By Centers for Disease Control and Prevention
There is important news for cancer patients undergoing chemotherapy. Did you know that one of the most dangerous side effects of chemotherapy cannot be seen? That’s right; a low white blood cell count puts cancer patients at a higher risk for getting an infection. This condition, called neutropenia, is common after receiving chemotherapy.
While chemotherapy can be an important part of a patient’s treatment for cancer, it can also damage infection-fighting white blood cells. So, when a cancer patient’s white blood cell count dips too low during their chemotherapy treatment, so does their immune system, increasing their risk of infection. An infection in people with cancer is an emergency. In fact, it’s estimated that each year 60,000 cancer patients are hospitalized for chemotherapy-related infections and one patient dies every two hours from this complication.
Chemotherapy and Infection – What you should know
An infection in people with cancer is an emergency, so be prepared and remember the following three things during chemotherapy:
- Treat a fever as an emergency, and call your doctor right away (even after hours) if you develop a fever that is 100.4° F or higher for more than one hour, or a one-time temperature of 101° F or higher.
- Find out from your doctor when your white blood cell count will be the lowest because this is when you are most at risk for infection.
- If you have to go the emergency room, it’s important that you tell the person checking you in that you have cancer and are receiving chemotherapy. If you have an infection, you should not sit in the waiting room for a long time. Infections can get very serious in a short amount of time.
What are the signs and symptoms of an infection?
While fever may be the only symptom you have, it’s important that you know other signs and symptoms you might experience if an infection is looming. The CDC suggests you call your doctor right away if you have any of the following:
- Fever- a temperature of 100.4° F or higher for more than one hour, or a one-time temperature of 101° F or higher.
- Chills and sweats
- Change in cough or new cough
- Sore throat or new mouth sore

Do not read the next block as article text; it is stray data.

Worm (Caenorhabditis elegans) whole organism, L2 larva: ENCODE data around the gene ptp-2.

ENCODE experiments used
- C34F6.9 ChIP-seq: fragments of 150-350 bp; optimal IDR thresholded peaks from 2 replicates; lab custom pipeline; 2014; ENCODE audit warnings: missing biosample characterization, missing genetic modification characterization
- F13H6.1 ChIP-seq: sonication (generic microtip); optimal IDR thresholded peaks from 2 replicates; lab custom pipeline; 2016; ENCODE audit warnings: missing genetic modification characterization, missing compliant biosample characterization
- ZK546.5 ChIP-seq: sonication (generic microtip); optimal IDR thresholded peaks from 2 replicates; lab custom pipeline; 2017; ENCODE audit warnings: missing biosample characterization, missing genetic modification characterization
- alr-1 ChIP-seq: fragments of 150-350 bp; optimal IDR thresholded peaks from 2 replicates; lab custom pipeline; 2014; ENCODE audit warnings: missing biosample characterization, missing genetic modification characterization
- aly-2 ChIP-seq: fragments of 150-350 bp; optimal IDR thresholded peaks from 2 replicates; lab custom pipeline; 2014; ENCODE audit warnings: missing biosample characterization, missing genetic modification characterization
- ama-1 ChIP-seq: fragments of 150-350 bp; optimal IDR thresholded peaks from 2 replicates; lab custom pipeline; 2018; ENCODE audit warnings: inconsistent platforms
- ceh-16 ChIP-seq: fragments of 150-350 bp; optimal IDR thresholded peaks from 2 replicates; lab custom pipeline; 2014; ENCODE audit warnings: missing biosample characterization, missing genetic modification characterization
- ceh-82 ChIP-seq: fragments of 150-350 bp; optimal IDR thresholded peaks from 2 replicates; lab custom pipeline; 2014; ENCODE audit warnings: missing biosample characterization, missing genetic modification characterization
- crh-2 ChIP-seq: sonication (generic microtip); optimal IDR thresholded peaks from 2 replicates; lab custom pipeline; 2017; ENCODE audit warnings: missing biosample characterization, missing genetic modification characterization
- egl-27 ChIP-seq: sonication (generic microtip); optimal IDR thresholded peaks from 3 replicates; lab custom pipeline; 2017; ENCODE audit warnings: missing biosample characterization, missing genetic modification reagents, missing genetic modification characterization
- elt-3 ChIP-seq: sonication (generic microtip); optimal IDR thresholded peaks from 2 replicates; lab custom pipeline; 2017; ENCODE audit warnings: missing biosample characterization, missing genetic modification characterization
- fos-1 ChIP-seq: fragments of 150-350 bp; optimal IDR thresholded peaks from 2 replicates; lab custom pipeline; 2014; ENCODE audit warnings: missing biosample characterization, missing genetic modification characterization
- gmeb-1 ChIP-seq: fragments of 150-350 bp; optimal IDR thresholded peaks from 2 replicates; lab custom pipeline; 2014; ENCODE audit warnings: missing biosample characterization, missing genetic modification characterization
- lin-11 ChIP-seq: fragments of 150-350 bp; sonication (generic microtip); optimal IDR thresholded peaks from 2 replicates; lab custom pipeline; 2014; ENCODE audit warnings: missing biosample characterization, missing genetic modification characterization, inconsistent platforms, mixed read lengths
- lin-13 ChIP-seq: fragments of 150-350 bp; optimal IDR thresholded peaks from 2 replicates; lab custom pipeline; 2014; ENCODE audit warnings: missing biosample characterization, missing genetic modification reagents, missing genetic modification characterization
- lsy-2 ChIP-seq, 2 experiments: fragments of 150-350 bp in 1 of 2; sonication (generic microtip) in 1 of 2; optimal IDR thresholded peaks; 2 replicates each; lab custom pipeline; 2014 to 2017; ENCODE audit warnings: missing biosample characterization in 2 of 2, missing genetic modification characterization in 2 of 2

- Shortness of breath
- Nasal congestion
- Stiff neck
- Burning or pain with urination
- Unusual vaginal discharge or irritation
- Redness, soreness, or swelling in any area, including surgical wounds and ports
- Diarrhea or vomiting
- Pain in the abdomen or rectum
- New onset of pain
- Changes in skin, urination or mental status
What can I do to protect myself against infections?
One of the best ways to prevent infections is to clean your hands often. This should include you, all members of your household, your doctors, nurses and anyone who comes into close contact with you. Don’t be afraid to ask people to wash their hands. Use soap and water to wash your hands, but it’s OK to use an alcohol-based hand sanitizer if soap and water are not available.
To help address this problem, the Centers for Disease Control and Prevention (CDC) developed PreventCancerInfections.org. This website was developed for patients and caregivers and features an interactive online program designed to help assess a cancer patient’s risk for developing both a low white blood cell count during chemotherapy and subsequent infections.
It also provides information, action steps, and tools to reduce the risk of life-threatening infections during chemotherapy treatment.
This program was made possible through a CDC Foundation partnership with and funding from, Amgen. As part of the partnership, the CDC Foundation considered oncology expertise provided by Amgen.